Thursday, June 22, 2017

Tower of Peace


Frankly, I wouldn't like to live in a tower or near the woods - because of safety reasons, fire hazards in particular (See the latest disasters: Grenfell tower -London, and the forest fires in Portugal ).

I 've worked ,however,in a tower for many years, an office tower in Tel Aviv, called Shalom Tower ('shalom' meaning 'peace' in hebrew). 
I wasn't crazy about the place despite the view of the Mediterranean through my window .  I disliked the dependence on elevators and the impatient crowds waiting for them. I did like, though, its central position and proximity to the sea, city market, cultural and  shopping areas.

Panoramic view ,including the sea, from the 19th floor (not digital photo)

Shalom  Tower ,named after Shalom Meir, father of the tower's two developers, 
has 34 floors, the lobby and the first floor serving as free art galleries (mosaics, paintings, sculptures), and photo exhibitions (of people, maps, projects..) with emphasis on the city's history and urban development.

mosaic wall

mosaic wall

photo exhibits

photo exhibits

When its construction was completed, in 1965, it was the tallest tower in  the Middle East. Since then, many towers, both residential and office towers have been  erected in  the major cities of the country, some of them of  great architectural beauty.

Shalom Tower seen from adjacent Herzel street

Whether we like it or not, these towers are taking over. There's shortage of land, of housing, of parking lots, of green spots - so we're told - and the towers are supposed to solve these issues.

Let's hope that towers and skyscrapers regardless of place will bring real 'Shalom' ('Peace')  to the people that live/work in them.

Saturday, June 10, 2017

When general Allenby's street meets baron Rotschild's street



I had some errands to run in the big city. Near the intersection of the two major streets Allenby and Rothschild, I noticed... (how could I not? the cool music that emerged from that direction was loud and inviting) an indoors food market that was not there several months ago. I entered the place (located in a passage of a building) to have a closer look at it.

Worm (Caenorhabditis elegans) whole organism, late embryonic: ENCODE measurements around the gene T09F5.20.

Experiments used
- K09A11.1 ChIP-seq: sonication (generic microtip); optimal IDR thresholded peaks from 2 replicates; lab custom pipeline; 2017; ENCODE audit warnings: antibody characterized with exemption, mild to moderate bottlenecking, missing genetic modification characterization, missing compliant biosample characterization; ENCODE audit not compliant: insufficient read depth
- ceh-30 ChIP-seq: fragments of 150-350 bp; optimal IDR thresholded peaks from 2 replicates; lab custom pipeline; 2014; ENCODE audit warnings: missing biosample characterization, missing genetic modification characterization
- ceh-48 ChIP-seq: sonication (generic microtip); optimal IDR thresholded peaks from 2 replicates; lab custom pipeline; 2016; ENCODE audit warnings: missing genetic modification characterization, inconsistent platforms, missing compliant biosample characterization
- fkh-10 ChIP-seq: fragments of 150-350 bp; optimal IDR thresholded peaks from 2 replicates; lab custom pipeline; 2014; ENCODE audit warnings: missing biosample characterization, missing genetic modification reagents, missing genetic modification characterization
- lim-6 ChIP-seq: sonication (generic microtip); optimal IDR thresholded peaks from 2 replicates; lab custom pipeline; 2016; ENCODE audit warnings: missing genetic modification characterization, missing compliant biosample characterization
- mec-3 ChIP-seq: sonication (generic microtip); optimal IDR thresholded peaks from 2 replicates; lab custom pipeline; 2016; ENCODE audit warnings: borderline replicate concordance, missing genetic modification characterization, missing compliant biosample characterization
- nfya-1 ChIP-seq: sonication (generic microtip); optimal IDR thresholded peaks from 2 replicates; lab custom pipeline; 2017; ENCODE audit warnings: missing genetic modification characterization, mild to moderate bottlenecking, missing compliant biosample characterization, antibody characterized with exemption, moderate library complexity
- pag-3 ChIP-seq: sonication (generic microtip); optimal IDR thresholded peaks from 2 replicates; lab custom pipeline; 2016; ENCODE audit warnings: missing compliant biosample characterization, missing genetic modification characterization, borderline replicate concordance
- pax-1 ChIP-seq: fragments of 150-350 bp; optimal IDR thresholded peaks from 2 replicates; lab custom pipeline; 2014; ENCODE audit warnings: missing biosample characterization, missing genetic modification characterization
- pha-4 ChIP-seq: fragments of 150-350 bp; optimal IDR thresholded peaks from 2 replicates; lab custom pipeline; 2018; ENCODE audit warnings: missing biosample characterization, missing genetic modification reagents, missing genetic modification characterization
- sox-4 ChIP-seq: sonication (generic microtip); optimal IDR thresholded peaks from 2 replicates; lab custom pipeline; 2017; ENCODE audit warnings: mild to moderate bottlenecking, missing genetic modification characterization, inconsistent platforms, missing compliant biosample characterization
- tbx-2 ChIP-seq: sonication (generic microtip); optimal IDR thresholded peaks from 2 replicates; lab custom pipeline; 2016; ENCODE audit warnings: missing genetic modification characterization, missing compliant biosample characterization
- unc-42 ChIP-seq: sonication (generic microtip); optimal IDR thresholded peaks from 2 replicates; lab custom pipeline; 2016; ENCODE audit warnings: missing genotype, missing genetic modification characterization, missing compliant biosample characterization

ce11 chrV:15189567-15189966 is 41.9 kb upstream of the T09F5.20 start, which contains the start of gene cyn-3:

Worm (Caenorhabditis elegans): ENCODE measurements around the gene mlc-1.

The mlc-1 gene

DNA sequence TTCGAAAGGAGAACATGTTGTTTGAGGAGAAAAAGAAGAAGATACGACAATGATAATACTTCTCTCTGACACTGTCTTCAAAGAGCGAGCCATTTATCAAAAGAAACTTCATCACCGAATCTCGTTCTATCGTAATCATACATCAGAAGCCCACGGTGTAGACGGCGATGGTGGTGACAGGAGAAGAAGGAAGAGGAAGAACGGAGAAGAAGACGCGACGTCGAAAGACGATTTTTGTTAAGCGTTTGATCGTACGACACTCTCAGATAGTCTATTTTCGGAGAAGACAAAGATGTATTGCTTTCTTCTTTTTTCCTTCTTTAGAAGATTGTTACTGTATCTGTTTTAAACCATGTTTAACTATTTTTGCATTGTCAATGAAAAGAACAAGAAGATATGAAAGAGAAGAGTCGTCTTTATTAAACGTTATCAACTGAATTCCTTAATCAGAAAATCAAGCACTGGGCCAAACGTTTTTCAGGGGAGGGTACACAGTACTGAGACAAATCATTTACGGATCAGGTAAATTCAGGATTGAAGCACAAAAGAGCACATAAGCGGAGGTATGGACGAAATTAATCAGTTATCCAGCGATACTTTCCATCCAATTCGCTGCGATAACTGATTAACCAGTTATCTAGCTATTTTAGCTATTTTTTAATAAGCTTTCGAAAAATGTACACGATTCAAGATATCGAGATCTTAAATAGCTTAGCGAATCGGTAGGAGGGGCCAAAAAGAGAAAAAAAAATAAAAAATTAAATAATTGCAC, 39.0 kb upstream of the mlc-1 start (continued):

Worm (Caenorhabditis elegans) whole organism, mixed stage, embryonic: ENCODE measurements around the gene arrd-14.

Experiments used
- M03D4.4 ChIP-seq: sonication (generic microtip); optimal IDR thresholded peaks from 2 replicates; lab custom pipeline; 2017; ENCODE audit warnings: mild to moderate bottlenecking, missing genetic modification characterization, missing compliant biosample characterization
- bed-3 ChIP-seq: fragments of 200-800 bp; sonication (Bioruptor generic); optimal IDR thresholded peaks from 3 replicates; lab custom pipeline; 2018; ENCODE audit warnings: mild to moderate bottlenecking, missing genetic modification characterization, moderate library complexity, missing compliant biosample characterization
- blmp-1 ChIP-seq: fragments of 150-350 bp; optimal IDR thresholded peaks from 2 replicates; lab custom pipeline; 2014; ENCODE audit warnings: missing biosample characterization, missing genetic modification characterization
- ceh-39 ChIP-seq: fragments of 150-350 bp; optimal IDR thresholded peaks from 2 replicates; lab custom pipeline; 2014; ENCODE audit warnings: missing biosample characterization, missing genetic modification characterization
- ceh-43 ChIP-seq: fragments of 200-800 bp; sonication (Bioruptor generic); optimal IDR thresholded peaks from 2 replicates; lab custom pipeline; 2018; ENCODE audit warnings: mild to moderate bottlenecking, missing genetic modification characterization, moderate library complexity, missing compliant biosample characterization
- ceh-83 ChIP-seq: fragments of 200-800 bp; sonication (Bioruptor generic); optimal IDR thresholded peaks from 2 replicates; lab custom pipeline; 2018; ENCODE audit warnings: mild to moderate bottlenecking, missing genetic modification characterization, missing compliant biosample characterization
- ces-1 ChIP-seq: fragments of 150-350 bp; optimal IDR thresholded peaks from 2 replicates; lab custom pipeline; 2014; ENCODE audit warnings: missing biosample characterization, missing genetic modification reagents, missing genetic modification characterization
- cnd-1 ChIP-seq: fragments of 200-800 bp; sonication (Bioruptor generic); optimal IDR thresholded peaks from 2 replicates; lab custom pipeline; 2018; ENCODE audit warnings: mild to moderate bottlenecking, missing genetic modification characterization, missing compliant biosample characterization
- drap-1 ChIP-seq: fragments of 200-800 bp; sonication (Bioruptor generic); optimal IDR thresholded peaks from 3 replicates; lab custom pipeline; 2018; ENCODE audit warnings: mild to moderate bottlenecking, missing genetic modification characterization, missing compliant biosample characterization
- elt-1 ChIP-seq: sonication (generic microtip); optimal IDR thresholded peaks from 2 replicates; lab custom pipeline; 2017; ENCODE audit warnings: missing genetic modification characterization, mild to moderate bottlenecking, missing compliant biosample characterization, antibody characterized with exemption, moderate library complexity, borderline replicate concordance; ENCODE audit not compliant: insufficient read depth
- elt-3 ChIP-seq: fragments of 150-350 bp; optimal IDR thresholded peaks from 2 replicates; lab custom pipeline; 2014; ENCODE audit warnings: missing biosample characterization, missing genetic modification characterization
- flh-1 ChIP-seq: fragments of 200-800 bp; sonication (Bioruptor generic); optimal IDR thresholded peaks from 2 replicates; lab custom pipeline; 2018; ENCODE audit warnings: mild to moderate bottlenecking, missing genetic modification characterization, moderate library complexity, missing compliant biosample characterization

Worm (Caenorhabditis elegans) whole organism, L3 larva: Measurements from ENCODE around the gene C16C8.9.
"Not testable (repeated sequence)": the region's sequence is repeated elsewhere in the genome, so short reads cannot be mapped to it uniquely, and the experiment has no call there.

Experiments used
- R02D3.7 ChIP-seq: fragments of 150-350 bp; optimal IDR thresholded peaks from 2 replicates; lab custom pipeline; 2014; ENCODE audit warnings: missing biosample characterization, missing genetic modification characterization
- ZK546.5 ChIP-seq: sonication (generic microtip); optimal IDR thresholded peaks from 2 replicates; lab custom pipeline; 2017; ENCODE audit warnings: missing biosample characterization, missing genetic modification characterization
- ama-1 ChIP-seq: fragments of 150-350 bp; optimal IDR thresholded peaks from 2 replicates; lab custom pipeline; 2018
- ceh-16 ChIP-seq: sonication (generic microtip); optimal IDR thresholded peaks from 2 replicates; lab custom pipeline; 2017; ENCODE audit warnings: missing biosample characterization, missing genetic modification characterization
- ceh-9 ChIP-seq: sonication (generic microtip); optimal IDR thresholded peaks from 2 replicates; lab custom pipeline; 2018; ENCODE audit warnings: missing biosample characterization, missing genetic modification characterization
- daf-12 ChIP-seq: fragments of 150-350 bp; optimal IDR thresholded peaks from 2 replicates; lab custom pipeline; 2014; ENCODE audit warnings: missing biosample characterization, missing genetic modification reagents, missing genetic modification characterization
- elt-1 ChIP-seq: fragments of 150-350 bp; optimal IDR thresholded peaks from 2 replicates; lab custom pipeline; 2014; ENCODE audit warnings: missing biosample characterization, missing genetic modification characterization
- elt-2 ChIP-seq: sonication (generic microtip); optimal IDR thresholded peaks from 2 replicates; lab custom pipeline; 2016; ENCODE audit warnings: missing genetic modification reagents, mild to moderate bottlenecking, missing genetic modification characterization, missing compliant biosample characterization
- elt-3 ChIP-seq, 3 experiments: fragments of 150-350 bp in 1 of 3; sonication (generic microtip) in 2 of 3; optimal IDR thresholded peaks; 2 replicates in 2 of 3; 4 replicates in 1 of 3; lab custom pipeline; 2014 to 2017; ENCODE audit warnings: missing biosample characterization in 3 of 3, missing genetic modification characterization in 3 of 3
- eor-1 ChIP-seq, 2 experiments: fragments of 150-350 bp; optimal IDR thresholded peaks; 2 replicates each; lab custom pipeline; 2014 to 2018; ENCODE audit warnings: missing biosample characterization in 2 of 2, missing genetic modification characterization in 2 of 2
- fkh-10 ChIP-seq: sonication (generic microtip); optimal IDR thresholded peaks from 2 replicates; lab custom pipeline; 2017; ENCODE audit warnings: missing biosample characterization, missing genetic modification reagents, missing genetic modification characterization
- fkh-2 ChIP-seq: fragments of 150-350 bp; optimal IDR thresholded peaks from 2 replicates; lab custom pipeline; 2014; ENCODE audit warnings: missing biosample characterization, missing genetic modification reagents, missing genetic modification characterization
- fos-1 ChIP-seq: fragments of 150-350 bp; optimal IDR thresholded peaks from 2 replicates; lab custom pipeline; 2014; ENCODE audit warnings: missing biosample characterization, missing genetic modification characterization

It is not big but it has  a great variety of food displayed in a few small shops (fruit and vegetables, fish, liquor store), and on many stands (coffee, bakery products, fish and chips, freshly squeezed juices, pasta, sandwiches, japanese dishes, etc..).There's something for everyone, as they say.. At the entrance/exit - a stationary trike with young vendors selling ice-cream.






Nothing special about the food concept.. The design of the place, however, is eye-catching:  six-seven columns with scenes from daily life created in colorful mosaics; the entrance wall, the roof and some columns are covered with lovely decorative tiles. Interesting light fixtures too, and a variety of chairs and tables to acommodate the needs of the customers. No doubt, food goes well with good design and architecture.




Allenby street (named in honor of the british field mareshal Edmund Allenby) is a very busy commercial street with all kinds of shops and eateries.
Rothschild Boulevard (named in honor of baron Edmund James Rothschild of the european banking dynasty) is a more elegant and iconic street. It has superb architecture and  houses cultural institutions, art galleries, gourmet restaurants, bank headquarters. 

Allenby-Rothschild intersection

Both 'Edmunds' - the army figure and the financial magnate- would have been  pleased.  People-  locals and tourists - love these two lively streets in the heart of the city of Tel-Aviv. And now this food market thing...




The Rothschild-Allenby food market seems to be a fusion of  two worlds represented by the two different streets which sit in the same area. It fits the simplicity of those who live/shop/walk on Allenby street, and the sophistication of those who live/work/ enjoy culture on Rothschild boulevard. 



That's how it goes today - flexible boundaries; fast food near chef food, soldiers sitting at the bar next to bankers, locals mingling with tourists, young and old - all looking for a tasty bite at a decent price.